Religious Jews, like Catholics, face a unique problem when divorcing: a civil divorce alone does not release them to remarry. The parties require a release by a properly constituted religious body before they are free to enter into another marital relationship. It has been the conventional wisdom in the past that these are matters of no concern to the civil courts; that the doctrine of church-state separation forbids intervention in these areas that are essentially of a religious nature.
A Jewish divorce is called a “get.” It can be applied for during the pendency of a civil divorce or after a civil divorce has been granted. It is a simple document , consisting of twelve lines, that must contain the signatures of two witnesses, and attest to the termination of the marriage. It states that the scribe who wrote the document has been authorized to prepare the document by the husband. It is delivered to the wife by the husband or his agent in front of a Rabbinic Council called a Beth Din. It must be voluntarily delivered by the husband and voluntarily accepted by the wife. Until it is executed and delivered to the woman she is not free to remarry. If she does not receive a “get” and if she were to remarry, her children would be considered illegitimate, mamzerim, whose marriage to other Jews is prohibited. She could not get an Orthodox or Conservative rabbi to perform the ceremony if she did wish to remarry. If she were to remarry somehow, under Jewish law the second marriage would be considered void, and the couple’s sexual relations an act of adultery. If she were to later obtain a “get,” she and her second husband still could not legally marry. Only her husband can authorize a scribe to write the divorce and authorize the two witnesses to sign the document. He, or his agent, must deliver it to the woman. If he refuses, she may find herself an “aguna,” permanently unable to remarry.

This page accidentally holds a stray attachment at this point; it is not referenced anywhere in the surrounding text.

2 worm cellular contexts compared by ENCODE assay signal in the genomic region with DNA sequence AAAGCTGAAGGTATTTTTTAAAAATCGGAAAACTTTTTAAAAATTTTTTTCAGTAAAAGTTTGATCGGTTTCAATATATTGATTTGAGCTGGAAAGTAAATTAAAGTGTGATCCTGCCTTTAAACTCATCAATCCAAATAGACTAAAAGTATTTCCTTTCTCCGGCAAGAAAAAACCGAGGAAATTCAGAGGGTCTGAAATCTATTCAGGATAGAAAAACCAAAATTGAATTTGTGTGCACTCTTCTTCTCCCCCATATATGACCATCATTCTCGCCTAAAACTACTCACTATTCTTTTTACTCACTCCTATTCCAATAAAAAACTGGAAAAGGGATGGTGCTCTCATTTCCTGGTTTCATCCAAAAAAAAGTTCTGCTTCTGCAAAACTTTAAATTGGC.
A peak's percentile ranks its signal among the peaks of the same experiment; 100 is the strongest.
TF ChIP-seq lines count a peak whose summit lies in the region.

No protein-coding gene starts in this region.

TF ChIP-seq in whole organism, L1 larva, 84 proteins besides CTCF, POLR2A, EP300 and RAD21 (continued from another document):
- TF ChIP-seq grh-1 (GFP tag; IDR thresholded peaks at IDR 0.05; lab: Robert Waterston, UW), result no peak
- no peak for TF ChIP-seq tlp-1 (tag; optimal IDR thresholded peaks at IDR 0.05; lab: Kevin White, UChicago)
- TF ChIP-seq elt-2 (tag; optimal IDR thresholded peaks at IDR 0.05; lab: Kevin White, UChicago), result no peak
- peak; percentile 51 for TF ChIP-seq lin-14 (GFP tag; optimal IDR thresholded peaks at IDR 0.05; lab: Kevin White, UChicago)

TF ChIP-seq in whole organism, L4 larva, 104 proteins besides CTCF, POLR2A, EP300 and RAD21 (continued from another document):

Collaborative Law offers an opportunity for a couple to deal privately and respectfully with the subject of a religious divorce. Because Collaborative Law requires that the parties explore and respect each other’s goals, values and interests, it provides the perfect forum for dealing with an issue that would be ignored in the litigation model. Religious Jews facing divorce will find the Collaborative process hospitable to this and other issues that are unique to their faith and lifestyle.
Contribuor: Norma Levine Trusch, Houston attorney and charter member of CLI-Tx.